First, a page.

Beijing Shatters Washington’s Space Supremacy


2-2-07, 8:59 am

China’s anti-satellite weapon test is a direct response to Bush’s space militarization doctrine adopted last summer.

Washington announced China’s anti-satellite weapon test, which Beijing had neither confirmed nor denied at that time, on 19 January, causing the spectre of 'star wars' to resurface. The announcement revived fears of a new arms race that Washington took to a new level last summer.

In choosing to use one of its missiles to bring down one of its old satellites, Beijing is sending a clear message to US power in space. It is 'a quite predictable consequence of United States activities in space over the last 20 years,' said Siemon Wezeman, a Dutch armaments expert at the Stockholm International Peace Research Institute (SIPRI). China has known for some time that US spy, surveillance or infrared observation satellites are hovering permanently over its territory. This medium range ballistic missile striking a satellite 800 km away signifies that the Chinese have the means to not only neutralize spy satellites but also the anti-missile systems controlled from space that the US intends to deploy over Asia.

It is also a response to the new space policy president Bush adopted last August. 'Freedom of action in space is as important to the United States as air power and sea power' reaffirms Bush’s directive by which Washington 'rejects any limitations on the fundamental right of the United States to operate in space.' Accepting possible arms control treaties which would extend their authority in orbit is out of the question in spite of Russian and Chinese pleas.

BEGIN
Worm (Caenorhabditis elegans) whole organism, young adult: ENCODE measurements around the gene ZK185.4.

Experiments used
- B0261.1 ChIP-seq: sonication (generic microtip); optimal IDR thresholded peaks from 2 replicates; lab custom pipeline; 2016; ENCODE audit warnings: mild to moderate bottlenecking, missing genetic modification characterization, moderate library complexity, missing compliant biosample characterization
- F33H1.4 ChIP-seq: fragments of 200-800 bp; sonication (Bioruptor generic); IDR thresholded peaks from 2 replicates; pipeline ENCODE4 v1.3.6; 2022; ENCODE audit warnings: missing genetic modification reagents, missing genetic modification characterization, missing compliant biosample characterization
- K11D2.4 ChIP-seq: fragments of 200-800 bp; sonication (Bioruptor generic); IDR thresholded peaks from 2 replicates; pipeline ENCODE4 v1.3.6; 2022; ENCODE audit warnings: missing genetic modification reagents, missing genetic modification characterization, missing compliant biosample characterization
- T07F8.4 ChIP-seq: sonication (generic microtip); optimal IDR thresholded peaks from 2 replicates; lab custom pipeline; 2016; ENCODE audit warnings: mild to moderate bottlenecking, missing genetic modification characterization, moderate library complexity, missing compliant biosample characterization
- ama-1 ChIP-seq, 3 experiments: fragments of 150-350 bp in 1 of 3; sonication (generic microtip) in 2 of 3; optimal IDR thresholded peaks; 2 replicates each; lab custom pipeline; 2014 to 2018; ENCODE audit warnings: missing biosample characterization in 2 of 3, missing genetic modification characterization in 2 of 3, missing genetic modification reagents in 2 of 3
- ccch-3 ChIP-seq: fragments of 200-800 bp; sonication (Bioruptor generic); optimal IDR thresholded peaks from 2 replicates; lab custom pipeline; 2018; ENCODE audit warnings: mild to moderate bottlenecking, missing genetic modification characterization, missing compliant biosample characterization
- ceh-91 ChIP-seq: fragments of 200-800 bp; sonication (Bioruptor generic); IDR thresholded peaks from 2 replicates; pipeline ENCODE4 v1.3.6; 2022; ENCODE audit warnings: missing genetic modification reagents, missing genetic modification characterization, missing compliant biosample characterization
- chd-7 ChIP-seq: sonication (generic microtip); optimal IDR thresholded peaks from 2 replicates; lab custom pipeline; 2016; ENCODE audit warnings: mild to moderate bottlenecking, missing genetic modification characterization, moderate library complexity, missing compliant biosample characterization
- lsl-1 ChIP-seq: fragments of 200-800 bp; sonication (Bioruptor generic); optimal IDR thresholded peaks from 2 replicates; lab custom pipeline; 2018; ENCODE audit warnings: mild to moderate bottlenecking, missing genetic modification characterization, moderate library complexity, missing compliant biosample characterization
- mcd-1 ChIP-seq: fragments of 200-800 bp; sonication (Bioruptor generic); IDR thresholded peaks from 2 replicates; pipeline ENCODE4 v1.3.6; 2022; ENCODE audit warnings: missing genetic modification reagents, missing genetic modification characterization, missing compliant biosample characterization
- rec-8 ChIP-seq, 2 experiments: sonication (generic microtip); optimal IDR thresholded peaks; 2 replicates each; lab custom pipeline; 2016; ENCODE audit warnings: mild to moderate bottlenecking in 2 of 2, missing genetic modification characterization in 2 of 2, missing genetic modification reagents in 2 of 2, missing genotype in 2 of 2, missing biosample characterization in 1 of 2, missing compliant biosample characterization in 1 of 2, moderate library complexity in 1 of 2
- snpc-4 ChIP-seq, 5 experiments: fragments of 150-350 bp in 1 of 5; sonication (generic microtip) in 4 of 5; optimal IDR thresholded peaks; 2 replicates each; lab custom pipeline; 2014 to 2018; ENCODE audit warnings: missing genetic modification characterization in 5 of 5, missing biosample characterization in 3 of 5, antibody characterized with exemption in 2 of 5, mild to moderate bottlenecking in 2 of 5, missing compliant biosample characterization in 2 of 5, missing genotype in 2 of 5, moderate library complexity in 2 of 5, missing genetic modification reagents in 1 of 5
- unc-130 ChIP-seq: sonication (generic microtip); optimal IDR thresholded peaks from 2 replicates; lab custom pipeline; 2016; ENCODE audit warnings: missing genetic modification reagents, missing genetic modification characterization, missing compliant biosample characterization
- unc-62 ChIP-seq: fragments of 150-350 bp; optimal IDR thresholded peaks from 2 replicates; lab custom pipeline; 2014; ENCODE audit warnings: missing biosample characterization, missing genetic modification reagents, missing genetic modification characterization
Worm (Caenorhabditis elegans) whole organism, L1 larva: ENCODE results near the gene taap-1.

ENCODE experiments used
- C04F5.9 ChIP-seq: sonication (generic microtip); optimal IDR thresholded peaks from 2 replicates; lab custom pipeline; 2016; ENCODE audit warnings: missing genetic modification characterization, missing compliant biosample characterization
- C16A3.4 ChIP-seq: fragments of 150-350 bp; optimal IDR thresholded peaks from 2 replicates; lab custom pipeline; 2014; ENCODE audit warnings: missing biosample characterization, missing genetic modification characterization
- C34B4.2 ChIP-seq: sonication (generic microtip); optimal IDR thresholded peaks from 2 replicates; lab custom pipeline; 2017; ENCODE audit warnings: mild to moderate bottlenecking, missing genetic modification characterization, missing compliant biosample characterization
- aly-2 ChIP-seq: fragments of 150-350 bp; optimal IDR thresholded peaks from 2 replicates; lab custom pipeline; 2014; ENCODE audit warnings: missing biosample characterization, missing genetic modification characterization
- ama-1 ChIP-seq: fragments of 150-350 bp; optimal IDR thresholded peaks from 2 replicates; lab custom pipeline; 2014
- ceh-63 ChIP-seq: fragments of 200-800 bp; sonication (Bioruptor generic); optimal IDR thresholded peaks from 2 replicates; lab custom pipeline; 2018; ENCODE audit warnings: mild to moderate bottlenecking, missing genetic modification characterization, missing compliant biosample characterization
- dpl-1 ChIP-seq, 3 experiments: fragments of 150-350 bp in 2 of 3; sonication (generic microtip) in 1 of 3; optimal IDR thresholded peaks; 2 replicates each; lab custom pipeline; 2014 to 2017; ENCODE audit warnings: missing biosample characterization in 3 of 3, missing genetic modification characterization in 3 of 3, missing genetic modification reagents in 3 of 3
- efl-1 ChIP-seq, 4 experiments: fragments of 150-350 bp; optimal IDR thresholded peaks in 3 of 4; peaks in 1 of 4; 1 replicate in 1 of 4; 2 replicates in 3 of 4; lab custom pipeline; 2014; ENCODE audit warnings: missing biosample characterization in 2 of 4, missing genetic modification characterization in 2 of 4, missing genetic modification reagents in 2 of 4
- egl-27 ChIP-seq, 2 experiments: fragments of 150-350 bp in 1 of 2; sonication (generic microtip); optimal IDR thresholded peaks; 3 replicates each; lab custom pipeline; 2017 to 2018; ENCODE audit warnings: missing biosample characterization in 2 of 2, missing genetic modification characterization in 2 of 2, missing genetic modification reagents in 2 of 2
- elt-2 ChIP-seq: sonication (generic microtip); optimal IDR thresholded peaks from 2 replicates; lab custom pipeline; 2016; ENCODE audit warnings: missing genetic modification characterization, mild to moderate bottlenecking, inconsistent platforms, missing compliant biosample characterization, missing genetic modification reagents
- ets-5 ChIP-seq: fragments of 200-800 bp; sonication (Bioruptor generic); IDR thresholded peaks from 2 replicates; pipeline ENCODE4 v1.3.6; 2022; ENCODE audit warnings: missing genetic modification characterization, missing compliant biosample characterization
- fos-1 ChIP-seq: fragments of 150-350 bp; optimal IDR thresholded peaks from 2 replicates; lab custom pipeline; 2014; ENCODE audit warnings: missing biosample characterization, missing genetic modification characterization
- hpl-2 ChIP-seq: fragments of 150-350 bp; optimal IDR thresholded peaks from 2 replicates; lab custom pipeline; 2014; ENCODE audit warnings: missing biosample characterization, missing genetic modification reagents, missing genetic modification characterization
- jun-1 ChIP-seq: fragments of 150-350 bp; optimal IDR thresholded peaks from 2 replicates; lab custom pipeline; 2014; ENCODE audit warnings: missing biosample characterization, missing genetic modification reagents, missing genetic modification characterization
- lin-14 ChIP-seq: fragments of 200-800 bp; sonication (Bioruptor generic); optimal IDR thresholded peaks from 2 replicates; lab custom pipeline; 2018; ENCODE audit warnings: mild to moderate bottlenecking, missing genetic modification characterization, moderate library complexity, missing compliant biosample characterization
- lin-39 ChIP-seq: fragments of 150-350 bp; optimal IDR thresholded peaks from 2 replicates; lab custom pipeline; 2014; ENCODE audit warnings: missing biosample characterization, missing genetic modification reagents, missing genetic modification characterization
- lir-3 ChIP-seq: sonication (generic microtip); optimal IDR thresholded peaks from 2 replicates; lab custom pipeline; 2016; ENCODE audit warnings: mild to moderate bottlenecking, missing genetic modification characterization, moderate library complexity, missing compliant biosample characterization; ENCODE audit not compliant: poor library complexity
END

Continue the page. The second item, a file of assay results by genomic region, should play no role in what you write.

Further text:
Offering the protection of its space capabilities to its 'friends and allies,' Washington reserves the right to remove its 'adversaries' from space by force if necessary. Star wars is no longer a utopia: 'The Secretary of Defense should develop capabilities, plans, and options to ensure freedom of action in space, and, if directed, deny such freedom of action to adversaries' the directive states.

And the target of this strategy? China. A menace that Donald Rumsfeld had previously called to mind as he was calling for better protection of US space assets to avoid a possible 'Space Pearl Harbor.' Up to that point the United States, secure in its supremacy, refused to conclude a veritable international space demilitarization treaty.

Will the Chinese test make the White House revisit its decision, as some experts say? Last December, the Chinese state information office underscored in its white paper its intention to secure the means to protect the Peoples’ Republic’s sovereignty and 'also its security in space.' Means which require enormous investments and would likely trap China in a new arms race, as was the case for the USSR without global collective security gaining from it at any time.

From l'Humanite Translated by John O’Neil